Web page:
Wednesday, July 25, 2007

The Value of Tradition

This past weekend, my wife, kids and I went to a Fuddruckers last Saturday to get a bite to eat. While Traditional respectwaiting for our food, I was wandering around the restaurant looking at the various Elvis, Beatles, and Rolling Stones memorabilia, and someone asked me, "Excuse me, but did you used to teach Tae Kwon Do?" Surprised, I studied the young man's face and answered, cautiously, "yes. Have we met?" He answered, "You used to be my teacher."

As I looked at him, recognition dawned on me, and I remembered him, and his two brothers being students of mine. The young man, Khalil, and his brothers, Jamil and Niko, were students of mine at the ages of (approximately) 14, 12, and 7. Khalil was there, wearing a suit and tie, accompanied by his wife and young (3-year old) son, and looked to be about in his late twenties. I verified it by finding out that Niko just turned 21! How's that for making me feel old? It made me realize that I've been teaching the martial arts now for twenty-four years! [Reader please visualize the shell-shocked look in my eyes]

We talked excitedly for a few minutes, and then parted company after I introduced my 11 year-old son and wife to him, then I spent a few minutes thinking about how much of an impact I may have had on him, his brothers, and their upbringing. I hope it was a good impact, and think it was.

We often underestimate how we affect the lives of those around us, or at least I do, but when I reflect on what many of the parents of my students told me, I realize how powerful an impression we can make. How do you act around the kids? Their parents? No matter how they acted, I almost always addressed the parents of my students with a "Mr. or Mrs. (or Ms)" before their last name. I said "sir and ma'am" to almost everyone, whether they deserved that respect or not, and demanded the same of the instructors under me. I believed in setting an example, and still do.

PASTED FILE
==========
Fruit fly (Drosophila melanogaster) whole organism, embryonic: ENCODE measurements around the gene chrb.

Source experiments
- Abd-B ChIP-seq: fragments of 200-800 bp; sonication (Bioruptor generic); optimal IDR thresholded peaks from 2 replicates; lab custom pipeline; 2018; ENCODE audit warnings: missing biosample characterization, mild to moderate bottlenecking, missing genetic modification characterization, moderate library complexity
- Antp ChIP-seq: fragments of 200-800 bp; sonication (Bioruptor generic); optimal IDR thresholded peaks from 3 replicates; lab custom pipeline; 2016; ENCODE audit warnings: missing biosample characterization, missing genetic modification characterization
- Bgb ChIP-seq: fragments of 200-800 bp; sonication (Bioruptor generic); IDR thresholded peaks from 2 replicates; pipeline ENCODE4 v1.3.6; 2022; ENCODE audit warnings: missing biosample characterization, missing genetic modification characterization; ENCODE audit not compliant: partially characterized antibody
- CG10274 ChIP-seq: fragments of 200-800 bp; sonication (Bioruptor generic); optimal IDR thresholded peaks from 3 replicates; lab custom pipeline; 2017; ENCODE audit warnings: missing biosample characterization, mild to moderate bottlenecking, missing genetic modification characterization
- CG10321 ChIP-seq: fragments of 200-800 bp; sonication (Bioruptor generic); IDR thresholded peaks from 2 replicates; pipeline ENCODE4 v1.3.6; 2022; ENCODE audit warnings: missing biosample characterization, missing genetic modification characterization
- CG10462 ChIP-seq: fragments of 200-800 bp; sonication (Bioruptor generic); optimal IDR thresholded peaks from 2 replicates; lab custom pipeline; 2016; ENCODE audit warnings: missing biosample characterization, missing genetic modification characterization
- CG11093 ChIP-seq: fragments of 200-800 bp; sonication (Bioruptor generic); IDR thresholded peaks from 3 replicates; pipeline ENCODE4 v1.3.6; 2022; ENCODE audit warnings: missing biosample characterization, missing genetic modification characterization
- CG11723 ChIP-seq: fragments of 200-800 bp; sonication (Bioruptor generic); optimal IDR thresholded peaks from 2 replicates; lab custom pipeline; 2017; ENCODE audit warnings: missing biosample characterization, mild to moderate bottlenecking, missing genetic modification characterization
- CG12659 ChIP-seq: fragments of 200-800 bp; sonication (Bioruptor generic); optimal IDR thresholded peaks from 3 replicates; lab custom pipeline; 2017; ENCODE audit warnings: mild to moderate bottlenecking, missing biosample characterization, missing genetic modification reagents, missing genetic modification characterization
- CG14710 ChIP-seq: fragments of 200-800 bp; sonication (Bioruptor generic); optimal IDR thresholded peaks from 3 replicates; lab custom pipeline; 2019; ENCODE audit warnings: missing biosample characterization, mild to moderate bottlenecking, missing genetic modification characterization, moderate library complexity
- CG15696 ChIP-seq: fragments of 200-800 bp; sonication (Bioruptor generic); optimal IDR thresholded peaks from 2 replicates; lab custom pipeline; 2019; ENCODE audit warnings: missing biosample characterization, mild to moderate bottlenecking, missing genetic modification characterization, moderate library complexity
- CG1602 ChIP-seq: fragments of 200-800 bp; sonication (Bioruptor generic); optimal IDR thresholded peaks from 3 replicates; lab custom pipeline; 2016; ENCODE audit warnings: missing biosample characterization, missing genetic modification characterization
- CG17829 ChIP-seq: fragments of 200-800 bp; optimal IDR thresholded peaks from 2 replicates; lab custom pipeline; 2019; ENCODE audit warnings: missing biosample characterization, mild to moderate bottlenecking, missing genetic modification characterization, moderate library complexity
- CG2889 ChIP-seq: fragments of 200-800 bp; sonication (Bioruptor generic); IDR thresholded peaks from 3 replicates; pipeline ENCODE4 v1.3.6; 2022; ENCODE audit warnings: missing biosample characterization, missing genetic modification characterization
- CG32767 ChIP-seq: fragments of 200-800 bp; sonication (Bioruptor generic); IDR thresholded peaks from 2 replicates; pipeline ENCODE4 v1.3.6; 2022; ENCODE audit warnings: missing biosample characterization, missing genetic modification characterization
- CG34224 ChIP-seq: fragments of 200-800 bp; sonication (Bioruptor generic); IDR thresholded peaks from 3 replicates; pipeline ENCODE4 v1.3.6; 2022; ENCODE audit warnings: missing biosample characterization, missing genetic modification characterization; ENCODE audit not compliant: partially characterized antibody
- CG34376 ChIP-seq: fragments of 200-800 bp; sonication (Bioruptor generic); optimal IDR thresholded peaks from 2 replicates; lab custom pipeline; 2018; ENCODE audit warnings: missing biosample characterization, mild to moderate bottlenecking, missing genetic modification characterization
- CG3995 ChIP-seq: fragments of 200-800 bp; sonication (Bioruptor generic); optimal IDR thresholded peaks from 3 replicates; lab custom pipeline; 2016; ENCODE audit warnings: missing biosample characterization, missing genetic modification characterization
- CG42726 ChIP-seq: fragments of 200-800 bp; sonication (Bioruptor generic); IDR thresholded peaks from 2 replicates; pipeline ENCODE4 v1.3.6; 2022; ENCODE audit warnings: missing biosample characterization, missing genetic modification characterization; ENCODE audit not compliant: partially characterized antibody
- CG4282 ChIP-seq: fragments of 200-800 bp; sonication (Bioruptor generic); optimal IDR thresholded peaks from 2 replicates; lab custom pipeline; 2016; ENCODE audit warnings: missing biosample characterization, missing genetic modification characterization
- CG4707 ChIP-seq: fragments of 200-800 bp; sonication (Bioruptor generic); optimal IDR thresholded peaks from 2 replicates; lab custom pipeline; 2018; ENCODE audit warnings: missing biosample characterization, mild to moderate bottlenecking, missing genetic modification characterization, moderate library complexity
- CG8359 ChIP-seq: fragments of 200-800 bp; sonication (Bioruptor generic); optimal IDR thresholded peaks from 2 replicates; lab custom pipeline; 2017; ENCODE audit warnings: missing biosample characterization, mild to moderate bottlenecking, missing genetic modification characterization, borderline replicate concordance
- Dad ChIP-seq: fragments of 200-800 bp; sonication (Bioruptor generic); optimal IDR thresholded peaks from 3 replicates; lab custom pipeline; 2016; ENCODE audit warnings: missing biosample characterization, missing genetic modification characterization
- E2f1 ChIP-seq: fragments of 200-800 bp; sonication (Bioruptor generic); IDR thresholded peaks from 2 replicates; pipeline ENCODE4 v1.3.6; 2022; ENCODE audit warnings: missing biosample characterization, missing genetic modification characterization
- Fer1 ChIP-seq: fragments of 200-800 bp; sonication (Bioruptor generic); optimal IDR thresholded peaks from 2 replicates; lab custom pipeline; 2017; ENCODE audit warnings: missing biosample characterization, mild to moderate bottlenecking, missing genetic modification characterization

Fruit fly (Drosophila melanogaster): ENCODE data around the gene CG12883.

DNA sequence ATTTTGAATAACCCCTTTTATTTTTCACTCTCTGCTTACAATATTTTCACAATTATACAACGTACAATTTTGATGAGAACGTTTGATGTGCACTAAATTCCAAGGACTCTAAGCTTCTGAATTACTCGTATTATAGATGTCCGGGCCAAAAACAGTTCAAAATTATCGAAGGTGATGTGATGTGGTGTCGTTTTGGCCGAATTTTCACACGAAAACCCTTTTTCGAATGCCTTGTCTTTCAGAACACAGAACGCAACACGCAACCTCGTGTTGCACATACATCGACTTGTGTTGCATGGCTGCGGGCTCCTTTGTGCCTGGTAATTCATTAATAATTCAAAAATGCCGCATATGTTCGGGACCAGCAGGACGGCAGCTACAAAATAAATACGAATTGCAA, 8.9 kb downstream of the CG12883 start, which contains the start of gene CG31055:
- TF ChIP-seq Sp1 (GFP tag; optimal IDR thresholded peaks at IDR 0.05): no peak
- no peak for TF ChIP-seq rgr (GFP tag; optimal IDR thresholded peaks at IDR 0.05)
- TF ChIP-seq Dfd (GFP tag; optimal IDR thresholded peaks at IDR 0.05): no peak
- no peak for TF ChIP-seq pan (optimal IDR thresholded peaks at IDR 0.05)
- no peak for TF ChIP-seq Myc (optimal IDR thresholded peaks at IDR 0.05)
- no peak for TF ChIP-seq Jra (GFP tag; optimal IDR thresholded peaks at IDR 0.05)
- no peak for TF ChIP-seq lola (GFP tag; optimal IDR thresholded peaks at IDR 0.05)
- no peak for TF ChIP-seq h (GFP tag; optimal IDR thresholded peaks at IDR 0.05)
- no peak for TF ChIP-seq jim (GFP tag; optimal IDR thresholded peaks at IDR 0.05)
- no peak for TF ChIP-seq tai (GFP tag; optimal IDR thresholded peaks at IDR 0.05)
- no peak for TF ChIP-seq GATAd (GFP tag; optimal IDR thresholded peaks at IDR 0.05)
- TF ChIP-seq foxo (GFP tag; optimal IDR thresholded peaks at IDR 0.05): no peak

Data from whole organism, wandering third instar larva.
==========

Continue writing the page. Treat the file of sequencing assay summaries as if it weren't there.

We hold the lives and safety of our students in our hands with our policies and teachings, good or bad. But we also hold a part of their futures as well. Many of my faithful readers will already know that I've long abandoned or lowered the priority of many of the traditions and methods of the arts that I've studied and taught (such as forms, light or no-contact sparring, bowing, traditional uniforms, and removing one's shoes), but some things are indispensable in transforming young people into good citizens, all of which are integral to teaching the traditional martial arts (TMA):

  • Courtesy toward others

  • Respect for elders, superiors, and one's parents

  • Self-control, both physical and mental

  • Goal-setting through understanding the belt-earning process

  • Integrity, or adherence to a moral code

  • Pride, or or self-respect - not an empty self-esteem, but a sense of worth built by overcoming obstacles and challenges

Tradition2Can we learn the same things in other ways? Sure. There are civic organizations like Scouting, social and religious groups, like churches, and many other ways. However few others do it like TMA!

Now that I've focused, for several years on only teaching adults, women's self-defense, and public safety courses, my perspective has changed a lot, but that "chance" meeting on Saturday reminded me of something for which I can be proud, and TMA instructors, so can you. Thanks Khalil!


Dojo Rat said...

Very nice post, for an old guy :)

These are the very same traditional attributes that are missing in the UFC wanna-be culture
While we, like you have dispensed with the trappings of traditional arts, the spirit is still there.
Thanks Nathan, D.R.

Nathan Teodoro said...

Thanks DR. I think many of us come from the same place in this, whether we ever studied TMA or not, we appreciate what it does for it's adherents. I like to think I never left the truly important things behind. I appreciate the comments.- Nathan